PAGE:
The park was renovated at that time and it became a very popular recreation center. A newspaper article referred to a merry-go-round with a ring machine.

Arguably the most prominent San Diegan of his time, John D. Spreckels purchased this trolley line in 1898, adding it to his San Diego Electric Railway Company. With this acquistion, Spreckels also became the owner of the Bluffs. But Spreckels was not interested in operating an amusement park and in 1902 had it converted to a botanical garden. The park was renamed Mission Cliff Gardens. There are no further references to a carousel at this location.

Originally from Coney Island, the 1890 Mangels-Looff Broadway Flying Horses operated in Salisbury Beach, MA, from 1905 to 1976 when it moved to Seaport Village in 1977. The carousel was sold in 2004 and now after a museum quality restoration, the carousel is available to a new home.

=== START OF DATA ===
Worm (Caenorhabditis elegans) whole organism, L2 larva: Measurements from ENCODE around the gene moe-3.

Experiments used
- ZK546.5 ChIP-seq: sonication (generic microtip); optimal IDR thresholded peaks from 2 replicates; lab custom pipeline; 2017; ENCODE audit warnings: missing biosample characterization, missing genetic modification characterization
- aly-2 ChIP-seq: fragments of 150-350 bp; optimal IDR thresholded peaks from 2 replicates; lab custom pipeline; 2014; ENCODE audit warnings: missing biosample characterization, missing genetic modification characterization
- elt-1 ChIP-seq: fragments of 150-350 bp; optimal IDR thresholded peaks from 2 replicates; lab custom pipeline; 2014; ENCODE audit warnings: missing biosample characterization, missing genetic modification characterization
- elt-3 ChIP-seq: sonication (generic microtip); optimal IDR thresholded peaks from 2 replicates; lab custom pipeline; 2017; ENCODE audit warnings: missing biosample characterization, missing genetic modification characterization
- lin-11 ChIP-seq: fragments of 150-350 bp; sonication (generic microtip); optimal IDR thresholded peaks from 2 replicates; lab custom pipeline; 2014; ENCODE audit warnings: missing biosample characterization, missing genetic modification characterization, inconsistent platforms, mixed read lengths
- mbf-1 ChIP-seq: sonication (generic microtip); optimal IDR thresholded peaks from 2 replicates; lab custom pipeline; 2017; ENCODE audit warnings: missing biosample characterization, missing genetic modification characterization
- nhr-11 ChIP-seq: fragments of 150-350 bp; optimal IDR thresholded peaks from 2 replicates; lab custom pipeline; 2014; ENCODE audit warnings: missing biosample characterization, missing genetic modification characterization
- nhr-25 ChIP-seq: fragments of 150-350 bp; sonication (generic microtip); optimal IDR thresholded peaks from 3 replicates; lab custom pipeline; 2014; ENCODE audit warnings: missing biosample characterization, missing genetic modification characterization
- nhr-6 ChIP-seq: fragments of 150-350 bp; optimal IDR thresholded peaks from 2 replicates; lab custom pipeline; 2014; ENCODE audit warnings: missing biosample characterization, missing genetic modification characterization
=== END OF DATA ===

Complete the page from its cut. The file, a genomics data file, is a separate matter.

Balboa Park
San Diego’s second carousel was a large Dentzel machine installed in the Fun Park area of Balboa Park in 1913. The installation may have been in anticipation of the 1915-16 Panama-California Exposition, the planning for which began in 1909. This carousel was sold in 1915 and moved to San Francisco for their Panama Pacific International Exposition.

The third carousel installed in San Diego was a 1910 2-level platform, 3-row menagerie machine built by the Herschell-Spillman Company of North Tonawanda, NY. This was the first “park machine” that the company built for Oliver Funk Davis of Redlands, CA.

Davis originally located the carousel in Luna Park near downtown Los Angeles, CA. It was relocated to Tent City, south of the world famous Hotel del Coronado, across the bay from San Diego, sometime before Luna Park closed in 1914.